Today, President Obama unveiled his plan to increase America’s investment in research and innovation that has the potential to transform teaching and learning. In a speech on education reform at a Boston school, he stressed the shared responsibility of government, businesses, philanthropists, educators and local communities to prepare students to compete in a 21st century economy.
A new element of the President’s education strategy is the creation of an initiative within the Department of Education that will do for educational technology what the Defense Advanced Research Projects Agency (DARPA) has done for the military. DARPA, created in 1957, invests in high-risk, high-return research that has led to breakthroughs such as the Internet, GPS, robotics, speech technology, stealth aircraft, and night vision. Similarly, the new ARPA for Education, or ARPA-ED, will invest in game-changing approaches to teaching and learning with a goal of improving student performance. Imagine, for example, educational software that is as effective as personal tutor and as compelling as the best video game and that improves the more students use it.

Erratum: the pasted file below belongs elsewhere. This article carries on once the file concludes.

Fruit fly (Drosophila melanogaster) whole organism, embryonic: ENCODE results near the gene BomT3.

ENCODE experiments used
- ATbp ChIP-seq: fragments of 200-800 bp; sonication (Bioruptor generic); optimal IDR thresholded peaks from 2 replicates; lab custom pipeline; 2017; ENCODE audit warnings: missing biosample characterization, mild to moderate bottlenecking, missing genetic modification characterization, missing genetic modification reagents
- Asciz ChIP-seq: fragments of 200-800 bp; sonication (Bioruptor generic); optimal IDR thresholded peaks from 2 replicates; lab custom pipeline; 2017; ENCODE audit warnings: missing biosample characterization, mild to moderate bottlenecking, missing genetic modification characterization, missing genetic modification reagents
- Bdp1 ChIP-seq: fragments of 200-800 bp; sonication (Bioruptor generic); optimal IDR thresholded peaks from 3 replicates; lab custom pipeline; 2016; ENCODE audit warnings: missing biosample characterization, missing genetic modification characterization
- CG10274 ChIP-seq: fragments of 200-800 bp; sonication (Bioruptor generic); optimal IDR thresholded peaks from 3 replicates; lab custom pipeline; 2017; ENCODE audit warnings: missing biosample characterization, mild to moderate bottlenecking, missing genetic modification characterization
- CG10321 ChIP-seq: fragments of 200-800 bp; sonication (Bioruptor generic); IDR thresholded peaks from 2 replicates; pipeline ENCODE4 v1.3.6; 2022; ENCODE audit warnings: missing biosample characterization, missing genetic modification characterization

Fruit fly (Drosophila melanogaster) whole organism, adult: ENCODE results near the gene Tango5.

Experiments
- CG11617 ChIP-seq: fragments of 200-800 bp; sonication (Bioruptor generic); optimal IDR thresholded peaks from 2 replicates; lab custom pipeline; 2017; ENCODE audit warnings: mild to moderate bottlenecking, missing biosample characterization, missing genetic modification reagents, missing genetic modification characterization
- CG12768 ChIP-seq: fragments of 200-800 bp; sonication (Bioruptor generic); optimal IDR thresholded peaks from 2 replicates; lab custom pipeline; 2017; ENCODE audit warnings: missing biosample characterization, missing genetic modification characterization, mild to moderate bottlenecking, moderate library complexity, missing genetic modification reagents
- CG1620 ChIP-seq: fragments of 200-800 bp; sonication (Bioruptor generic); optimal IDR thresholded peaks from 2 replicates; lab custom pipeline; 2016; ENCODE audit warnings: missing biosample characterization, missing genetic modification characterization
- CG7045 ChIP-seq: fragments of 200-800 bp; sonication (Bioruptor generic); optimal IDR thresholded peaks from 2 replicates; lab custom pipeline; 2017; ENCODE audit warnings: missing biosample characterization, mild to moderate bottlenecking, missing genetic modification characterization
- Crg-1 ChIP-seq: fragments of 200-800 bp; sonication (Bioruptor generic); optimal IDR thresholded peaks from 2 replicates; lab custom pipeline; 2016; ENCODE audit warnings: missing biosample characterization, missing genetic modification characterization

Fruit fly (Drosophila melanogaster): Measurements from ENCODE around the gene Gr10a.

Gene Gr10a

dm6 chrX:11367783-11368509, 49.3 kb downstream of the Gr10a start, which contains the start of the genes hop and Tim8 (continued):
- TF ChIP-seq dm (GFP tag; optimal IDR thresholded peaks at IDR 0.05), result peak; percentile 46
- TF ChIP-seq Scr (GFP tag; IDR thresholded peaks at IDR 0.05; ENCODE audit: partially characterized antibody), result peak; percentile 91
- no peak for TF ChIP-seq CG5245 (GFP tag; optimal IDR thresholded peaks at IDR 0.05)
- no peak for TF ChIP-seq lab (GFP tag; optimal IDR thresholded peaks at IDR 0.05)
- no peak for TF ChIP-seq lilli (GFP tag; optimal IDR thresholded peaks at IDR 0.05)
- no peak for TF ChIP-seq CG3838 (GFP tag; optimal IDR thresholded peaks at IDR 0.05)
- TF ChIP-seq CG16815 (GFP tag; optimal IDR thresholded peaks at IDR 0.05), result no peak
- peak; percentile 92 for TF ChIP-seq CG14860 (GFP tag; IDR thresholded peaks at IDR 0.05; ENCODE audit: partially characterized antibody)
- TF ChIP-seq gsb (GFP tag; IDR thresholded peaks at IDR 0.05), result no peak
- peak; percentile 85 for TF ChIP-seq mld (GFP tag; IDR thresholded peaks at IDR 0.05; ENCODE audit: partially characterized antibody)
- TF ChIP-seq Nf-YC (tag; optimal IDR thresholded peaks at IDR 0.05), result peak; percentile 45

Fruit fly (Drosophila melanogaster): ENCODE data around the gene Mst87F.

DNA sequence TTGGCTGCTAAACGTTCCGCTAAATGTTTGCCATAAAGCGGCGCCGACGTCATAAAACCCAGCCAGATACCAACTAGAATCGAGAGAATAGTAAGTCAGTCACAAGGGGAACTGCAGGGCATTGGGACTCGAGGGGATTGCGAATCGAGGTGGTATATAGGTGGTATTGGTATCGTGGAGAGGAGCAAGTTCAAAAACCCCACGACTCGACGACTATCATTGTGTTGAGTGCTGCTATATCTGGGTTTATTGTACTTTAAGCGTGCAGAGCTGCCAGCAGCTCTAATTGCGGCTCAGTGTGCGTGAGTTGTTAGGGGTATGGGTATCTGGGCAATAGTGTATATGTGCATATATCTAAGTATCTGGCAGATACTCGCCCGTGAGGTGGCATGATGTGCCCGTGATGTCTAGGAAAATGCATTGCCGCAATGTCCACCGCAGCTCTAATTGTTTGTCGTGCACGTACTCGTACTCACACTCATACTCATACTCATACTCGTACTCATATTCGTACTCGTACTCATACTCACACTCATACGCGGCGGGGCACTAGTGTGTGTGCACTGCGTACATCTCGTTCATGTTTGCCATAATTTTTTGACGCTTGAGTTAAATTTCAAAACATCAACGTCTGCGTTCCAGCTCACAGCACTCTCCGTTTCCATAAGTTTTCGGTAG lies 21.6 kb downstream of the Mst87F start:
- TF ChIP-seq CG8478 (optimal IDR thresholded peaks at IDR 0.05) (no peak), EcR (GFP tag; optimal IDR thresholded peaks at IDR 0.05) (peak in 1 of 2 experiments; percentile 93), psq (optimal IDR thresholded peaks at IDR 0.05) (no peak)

There were a number of factors that motivated the White House and the Department of Education to propose ARPA-ED:
Although the President’s FY2012 budget includes $90 million to launch ARPA-ED, realizing the potential of advances in learning science and technology will require leadership from government, the private sector, the education sector, and philanthropy. For example:
OSTP is very excited about today’s announcement, and we look forward to working with the Department of Education, the Congress, and the private sector to make the President’s vision a reality.
Tom Kalil is Deputy Director for Policy in the White House Office of Science and Technology Policy